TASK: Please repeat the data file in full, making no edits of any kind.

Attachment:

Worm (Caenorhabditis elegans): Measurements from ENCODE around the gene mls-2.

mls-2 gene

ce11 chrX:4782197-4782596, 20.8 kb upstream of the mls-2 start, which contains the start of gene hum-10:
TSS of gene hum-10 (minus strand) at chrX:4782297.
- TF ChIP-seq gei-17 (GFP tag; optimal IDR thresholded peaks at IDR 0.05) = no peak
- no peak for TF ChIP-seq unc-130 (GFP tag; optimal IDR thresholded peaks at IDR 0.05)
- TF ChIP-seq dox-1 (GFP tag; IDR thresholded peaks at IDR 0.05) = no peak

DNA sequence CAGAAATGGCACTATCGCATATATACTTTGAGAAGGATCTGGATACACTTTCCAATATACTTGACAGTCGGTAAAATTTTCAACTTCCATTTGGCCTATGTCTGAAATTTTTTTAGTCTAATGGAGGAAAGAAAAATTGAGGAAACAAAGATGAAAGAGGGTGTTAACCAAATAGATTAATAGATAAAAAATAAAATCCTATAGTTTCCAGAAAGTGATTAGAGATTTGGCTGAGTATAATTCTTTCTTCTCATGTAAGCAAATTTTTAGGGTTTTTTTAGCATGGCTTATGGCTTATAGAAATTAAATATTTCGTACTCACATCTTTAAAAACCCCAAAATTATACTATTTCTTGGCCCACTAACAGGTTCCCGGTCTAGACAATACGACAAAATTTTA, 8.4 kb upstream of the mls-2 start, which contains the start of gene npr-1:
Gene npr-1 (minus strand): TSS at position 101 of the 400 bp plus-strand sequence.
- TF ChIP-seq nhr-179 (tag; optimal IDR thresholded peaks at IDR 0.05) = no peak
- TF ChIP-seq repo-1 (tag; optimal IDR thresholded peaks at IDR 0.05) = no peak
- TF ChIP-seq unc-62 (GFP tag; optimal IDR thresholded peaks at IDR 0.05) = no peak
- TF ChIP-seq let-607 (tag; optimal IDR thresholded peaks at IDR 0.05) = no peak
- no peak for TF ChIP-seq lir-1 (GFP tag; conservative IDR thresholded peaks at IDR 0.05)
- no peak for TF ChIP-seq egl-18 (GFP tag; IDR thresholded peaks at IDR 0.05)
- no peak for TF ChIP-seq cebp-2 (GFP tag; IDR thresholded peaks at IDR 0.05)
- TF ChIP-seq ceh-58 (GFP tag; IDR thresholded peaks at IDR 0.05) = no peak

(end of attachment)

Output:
Worm (Caenorhabditis elegans): Measurements from ENCODE around the gene mls-2.

mls-2 gene

ce11 chrX:4782197-4782596, 20.8 kb upstream of the mls-2 start, which contains the start of gene hum-10:
TSS of gene hum-10 (minus strand) at chrX:4782297.
- TF ChIP-seq gei-17 (GFP tag; optimal IDR thresholded peaks at IDR 0.05) = no peak
- no peak for TF ChIP-seq unc-130 (GFP tag; optimal IDR thresholded peaks at IDR 0.05)
- TF ChIP-seq dox-1 (GFP tag; IDR thresholded peaks at IDR 0.05) = no peak

DNA sequence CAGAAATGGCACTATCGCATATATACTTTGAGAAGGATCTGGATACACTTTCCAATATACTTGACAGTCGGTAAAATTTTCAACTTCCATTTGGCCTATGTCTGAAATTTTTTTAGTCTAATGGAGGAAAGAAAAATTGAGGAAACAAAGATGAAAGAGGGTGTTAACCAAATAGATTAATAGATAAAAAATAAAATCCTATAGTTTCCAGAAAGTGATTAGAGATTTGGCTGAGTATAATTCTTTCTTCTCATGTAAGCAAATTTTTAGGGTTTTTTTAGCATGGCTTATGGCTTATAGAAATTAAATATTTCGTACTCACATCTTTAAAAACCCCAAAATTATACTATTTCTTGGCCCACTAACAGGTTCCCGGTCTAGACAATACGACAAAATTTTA, 8.4 kb upstream of the mls-2 start, which contains the start of gene npr-1:
Gene npr-1 (minus strand): TSS at position 101 of the 400 bp plus-strand sequence.
- TF ChIP-seq nhr-179 (tag; optimal IDR thresholded peaks at IDR 0.05) = no peak
- TF ChIP-seq repo-1 (tag; optimal IDR thresholded peaks at IDR 0.05) = no peak
- TF ChIP-seq unc-62 (GFP tag; optimal IDR thresholded peaks at IDR 0.05) = no peak
- TF ChIP-seq let-607 (tag; optimal IDR thresholded peaks at IDR 0.05) = no peak
- no peak for TF ChIP-seq lir-1 (GFP tag; conservative IDR thresholded peaks at IDR 0.05)
- no peak for TF ChIP-seq egl-18 (GFP tag; IDR thresholded peaks at IDR 0.05)
- no peak for TF ChIP-seq cebp-2 (GFP tag; IDR thresholded peaks at IDR 0.05)
- TF ChIP-seq ceh-58 (GFP tag; IDR thresholded peaks at IDR 0.05) = no peak